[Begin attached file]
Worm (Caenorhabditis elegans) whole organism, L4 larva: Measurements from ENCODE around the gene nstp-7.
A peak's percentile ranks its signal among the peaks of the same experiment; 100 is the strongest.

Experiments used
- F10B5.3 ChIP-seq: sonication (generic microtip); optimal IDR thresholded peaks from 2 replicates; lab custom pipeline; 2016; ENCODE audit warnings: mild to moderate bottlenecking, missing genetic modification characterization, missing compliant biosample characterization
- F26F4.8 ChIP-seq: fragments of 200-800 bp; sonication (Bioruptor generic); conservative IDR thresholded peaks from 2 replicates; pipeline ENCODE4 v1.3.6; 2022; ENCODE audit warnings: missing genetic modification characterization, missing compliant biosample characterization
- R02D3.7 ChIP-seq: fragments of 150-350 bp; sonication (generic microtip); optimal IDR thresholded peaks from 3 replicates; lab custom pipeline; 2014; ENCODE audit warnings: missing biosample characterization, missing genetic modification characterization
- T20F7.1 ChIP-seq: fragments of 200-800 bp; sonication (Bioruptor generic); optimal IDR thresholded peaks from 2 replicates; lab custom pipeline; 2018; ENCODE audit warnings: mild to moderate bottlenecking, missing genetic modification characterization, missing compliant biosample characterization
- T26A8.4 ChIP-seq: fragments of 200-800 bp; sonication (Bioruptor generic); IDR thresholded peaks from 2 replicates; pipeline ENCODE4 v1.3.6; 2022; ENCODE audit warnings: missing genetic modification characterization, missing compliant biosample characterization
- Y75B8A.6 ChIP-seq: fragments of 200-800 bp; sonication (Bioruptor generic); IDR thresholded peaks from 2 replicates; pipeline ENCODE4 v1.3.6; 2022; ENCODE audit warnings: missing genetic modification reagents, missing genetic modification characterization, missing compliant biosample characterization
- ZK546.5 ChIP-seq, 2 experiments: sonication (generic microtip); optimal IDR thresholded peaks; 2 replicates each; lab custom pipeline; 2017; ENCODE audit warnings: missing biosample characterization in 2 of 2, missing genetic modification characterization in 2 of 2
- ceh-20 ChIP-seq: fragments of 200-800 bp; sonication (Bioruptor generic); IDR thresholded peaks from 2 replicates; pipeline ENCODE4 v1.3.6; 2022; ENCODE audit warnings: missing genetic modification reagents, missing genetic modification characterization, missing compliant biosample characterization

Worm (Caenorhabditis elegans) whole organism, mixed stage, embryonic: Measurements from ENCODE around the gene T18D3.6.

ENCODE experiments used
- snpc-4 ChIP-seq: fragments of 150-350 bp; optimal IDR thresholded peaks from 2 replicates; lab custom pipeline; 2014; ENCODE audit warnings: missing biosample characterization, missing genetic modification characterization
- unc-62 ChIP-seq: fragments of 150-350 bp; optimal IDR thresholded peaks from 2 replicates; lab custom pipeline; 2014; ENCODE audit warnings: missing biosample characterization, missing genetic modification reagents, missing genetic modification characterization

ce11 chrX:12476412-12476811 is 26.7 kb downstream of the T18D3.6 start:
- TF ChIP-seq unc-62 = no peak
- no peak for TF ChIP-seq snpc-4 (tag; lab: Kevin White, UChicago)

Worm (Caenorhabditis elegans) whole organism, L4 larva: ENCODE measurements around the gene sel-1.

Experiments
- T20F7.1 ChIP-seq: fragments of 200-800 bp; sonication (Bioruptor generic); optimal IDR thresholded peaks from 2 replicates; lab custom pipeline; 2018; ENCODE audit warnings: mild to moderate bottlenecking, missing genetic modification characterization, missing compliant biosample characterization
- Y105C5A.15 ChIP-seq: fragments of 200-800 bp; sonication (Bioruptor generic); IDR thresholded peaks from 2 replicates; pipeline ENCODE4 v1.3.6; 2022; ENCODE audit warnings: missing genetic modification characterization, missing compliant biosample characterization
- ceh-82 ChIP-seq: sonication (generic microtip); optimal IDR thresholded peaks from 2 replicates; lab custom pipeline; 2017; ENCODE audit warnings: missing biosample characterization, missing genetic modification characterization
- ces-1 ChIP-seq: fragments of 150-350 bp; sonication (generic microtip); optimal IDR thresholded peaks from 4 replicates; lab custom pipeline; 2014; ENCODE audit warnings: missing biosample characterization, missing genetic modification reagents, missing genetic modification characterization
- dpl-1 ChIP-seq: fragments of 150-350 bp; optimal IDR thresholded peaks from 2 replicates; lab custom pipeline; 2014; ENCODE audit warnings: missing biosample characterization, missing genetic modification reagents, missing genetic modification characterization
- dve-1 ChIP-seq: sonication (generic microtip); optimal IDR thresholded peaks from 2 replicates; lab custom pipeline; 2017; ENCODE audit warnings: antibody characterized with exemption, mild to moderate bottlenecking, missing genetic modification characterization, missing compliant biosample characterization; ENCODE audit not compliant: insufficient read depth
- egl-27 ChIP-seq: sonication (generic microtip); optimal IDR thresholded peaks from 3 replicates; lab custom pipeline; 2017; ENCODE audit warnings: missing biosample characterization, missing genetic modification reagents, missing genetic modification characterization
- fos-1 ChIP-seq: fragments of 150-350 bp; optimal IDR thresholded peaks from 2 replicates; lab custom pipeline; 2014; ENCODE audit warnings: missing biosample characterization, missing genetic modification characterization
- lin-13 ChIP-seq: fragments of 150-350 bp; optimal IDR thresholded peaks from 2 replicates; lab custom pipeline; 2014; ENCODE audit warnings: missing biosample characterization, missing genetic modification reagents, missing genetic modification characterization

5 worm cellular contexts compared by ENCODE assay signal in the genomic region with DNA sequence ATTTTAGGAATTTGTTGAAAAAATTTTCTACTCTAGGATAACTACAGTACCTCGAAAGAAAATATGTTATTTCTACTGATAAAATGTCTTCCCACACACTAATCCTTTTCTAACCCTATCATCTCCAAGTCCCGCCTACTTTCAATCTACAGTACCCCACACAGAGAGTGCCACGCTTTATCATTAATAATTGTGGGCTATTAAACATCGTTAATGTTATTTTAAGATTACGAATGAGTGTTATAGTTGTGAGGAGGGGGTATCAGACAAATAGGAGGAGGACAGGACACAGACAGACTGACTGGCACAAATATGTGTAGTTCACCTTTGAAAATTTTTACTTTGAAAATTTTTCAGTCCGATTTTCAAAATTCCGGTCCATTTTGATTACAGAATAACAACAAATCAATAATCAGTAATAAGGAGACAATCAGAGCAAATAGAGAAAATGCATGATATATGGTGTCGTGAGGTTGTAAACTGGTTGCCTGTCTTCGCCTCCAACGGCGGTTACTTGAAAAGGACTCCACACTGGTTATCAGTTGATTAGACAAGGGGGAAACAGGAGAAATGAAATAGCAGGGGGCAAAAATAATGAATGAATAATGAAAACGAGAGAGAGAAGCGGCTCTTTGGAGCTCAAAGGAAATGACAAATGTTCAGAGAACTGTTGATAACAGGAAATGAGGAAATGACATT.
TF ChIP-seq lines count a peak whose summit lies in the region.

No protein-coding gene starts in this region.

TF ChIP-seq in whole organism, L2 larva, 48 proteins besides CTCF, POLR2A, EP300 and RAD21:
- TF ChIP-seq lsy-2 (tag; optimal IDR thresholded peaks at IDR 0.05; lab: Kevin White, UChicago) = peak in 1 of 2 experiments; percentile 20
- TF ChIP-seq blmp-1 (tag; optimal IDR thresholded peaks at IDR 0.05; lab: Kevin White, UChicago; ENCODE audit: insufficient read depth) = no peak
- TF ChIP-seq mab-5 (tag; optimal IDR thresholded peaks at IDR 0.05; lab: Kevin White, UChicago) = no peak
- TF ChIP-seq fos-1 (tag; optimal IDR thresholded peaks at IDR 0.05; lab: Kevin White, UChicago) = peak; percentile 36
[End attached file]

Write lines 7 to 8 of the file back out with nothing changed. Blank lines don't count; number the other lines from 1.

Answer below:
- T20F7.1 ChIP-seq: fragments of 200-800 bp; sonication (Bioruptor generic); optimal IDR thresholded peaks from 2 replicates; lab custom pipeline; 2018; ENCODE audit warnings: mild to moderate bottlenecking, missing genetic modification characterization, missing compliant biosample characterization
- T26A8.4 ChIP-seq: fragments of 200-800 bp; sonication (Bioruptor generic); IDR thresholded peaks from 2 replicates; pipeline ENCODE4 v1.3.6; 2022; ENCODE audit warnings: missing genetic modification characterization, missing compliant biosample characterization